Lawman: The Life and Times of Harry Morse, 1835-1912, by John Boessenecker, University of Oklahoma Press, Norman, 1998, $29.95.
“Harry Morse was a gunfighter, manhunter, and sleuth whose career is without parallel in the history of the American frontier,” writes John Boessenecker in the introduction to this well-written, informative 366-page work. At first glance, those words might appear to be a reach, especially to those of us who have been overfed on tales of Wyatt Earp and Wild Bill Hickok. But anyone who reads this California lawman’s biography would be hard pressed to argue with the author’s statement.
Morse was the far-roaming sheriff of Alameda County from 1864 to 1878 and then, while based in Oakland/San Francisco, became the most famous private detective on the West Coast for at least 30 more years. However, by the 1920s, his true stories–if not his very name–had become largely forgotten. Certainly, his exploits have been overshadowed by the more dubious adventures of sometime lawmen Earp and Hickok. As a manhunter, Morse pursued such notorious bandidos as Juan Soto, Tiburcio Vasquez, Narato Ponce and Narciso Bojorques. Morse’s showdown with Soto has to rank as one of the most dramatic–though certainly not the most famous–gunfights in the Old West. Later, in San Francisco, Morse nabbed stagecoach robber extraordinaire Black Bart.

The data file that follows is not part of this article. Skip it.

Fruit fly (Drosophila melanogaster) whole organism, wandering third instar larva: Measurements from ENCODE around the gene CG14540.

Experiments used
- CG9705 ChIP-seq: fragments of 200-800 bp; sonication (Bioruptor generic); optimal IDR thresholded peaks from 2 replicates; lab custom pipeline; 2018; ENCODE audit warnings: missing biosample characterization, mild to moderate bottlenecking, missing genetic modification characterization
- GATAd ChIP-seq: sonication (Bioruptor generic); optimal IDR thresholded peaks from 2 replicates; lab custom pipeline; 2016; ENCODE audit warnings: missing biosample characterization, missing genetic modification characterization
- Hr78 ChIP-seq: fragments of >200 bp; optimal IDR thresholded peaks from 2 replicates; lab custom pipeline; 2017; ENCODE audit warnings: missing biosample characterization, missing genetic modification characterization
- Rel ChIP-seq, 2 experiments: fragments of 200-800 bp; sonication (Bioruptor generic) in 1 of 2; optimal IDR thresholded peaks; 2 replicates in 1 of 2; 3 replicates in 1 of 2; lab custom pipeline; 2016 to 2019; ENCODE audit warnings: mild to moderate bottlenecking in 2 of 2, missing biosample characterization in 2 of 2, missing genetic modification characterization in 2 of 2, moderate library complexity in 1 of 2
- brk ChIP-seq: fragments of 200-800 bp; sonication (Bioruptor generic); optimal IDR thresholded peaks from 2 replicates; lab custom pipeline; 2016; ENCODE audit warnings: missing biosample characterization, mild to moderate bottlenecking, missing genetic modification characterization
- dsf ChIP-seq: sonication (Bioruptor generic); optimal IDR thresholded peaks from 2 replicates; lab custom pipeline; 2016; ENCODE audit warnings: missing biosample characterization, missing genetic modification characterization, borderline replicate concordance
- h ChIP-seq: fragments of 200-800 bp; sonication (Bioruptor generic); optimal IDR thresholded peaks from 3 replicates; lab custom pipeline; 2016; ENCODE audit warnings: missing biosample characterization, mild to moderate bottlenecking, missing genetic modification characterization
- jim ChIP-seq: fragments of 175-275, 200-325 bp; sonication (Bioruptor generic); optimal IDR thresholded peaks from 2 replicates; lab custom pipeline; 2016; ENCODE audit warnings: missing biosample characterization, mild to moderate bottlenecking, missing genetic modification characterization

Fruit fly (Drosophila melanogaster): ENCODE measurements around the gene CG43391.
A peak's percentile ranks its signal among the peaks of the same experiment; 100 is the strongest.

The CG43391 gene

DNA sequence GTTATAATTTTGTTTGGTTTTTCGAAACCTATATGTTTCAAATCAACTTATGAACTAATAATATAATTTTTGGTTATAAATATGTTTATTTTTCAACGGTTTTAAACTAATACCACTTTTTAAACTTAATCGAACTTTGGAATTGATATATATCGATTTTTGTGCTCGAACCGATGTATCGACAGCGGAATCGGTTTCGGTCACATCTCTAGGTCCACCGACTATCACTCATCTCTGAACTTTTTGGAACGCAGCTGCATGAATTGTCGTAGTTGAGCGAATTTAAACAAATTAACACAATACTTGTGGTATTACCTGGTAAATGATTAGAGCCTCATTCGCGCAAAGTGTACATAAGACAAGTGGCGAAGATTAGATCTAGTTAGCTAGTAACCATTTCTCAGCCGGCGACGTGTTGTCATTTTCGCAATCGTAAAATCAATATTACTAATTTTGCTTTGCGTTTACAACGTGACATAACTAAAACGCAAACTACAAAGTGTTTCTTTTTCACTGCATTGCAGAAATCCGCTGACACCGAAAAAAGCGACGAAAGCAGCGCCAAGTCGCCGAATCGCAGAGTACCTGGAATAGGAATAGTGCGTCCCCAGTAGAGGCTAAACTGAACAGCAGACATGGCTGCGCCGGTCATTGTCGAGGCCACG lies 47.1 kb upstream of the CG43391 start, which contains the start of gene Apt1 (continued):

In telling Morse’s fascinating story, Boessenecker, a San Francisco-based attorney, often allows Morse to do the telling (Yes, Harry was far more prolific with a pen than either Wyatt or Wild Bill). You’ll also find plenty of solid insight into California’s battle for law and order after the gold rush. Morse was not perfect. When it came to one Bartolo Sepulveda, the sheriff, according to Bossenecker, “presented highly unreliable evidence that came close to sending an innocent man to the gallows.” But the overall picture is of a law enforcer who was remarkably honest and fair at a time when official corruption and racist attitudes flourished. From now on, when someone sings of a lawman being “brave, courageous and bold,” it just might make more sense to think of Harry instead of Wyatt.